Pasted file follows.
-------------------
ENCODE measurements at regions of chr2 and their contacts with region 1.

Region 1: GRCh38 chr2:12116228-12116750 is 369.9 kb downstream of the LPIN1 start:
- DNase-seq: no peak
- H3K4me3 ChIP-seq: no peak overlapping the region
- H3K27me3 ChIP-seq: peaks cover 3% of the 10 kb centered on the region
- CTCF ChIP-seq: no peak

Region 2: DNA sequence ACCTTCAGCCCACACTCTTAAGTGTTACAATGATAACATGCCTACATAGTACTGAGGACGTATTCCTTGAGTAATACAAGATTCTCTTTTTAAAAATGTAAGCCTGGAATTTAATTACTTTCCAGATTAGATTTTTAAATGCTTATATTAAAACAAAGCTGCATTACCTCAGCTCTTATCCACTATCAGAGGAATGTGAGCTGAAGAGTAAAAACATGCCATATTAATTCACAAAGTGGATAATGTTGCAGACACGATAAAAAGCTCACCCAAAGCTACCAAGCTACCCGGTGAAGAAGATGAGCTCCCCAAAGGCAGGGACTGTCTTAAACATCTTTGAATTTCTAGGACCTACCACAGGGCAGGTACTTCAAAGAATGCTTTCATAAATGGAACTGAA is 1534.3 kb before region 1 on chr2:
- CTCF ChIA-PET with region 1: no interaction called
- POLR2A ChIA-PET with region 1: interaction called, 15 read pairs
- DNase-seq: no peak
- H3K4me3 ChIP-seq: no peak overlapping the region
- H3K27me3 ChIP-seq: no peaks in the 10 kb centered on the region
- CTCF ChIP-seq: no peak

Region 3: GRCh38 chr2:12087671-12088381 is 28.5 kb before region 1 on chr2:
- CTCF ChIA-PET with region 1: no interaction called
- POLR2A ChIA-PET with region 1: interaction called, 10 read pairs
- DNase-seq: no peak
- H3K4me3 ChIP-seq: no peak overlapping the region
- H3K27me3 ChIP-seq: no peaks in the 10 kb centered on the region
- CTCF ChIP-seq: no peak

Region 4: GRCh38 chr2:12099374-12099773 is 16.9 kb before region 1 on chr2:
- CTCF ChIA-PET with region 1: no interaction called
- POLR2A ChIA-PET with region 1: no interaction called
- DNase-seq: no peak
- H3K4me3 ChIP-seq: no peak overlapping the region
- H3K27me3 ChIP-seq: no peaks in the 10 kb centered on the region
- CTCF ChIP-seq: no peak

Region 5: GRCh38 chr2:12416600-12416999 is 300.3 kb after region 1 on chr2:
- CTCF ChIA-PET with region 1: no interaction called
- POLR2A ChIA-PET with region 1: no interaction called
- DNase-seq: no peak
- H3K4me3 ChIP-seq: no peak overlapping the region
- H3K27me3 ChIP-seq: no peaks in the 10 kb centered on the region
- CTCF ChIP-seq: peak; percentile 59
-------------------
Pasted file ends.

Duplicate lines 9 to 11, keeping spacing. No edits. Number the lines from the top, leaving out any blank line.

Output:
- POLR2A ChIA-PET with region 1: interaction called, 15 read pairs
- DNase-seq: no peak
- H3K4me3 ChIP-seq: no peak overlapping the region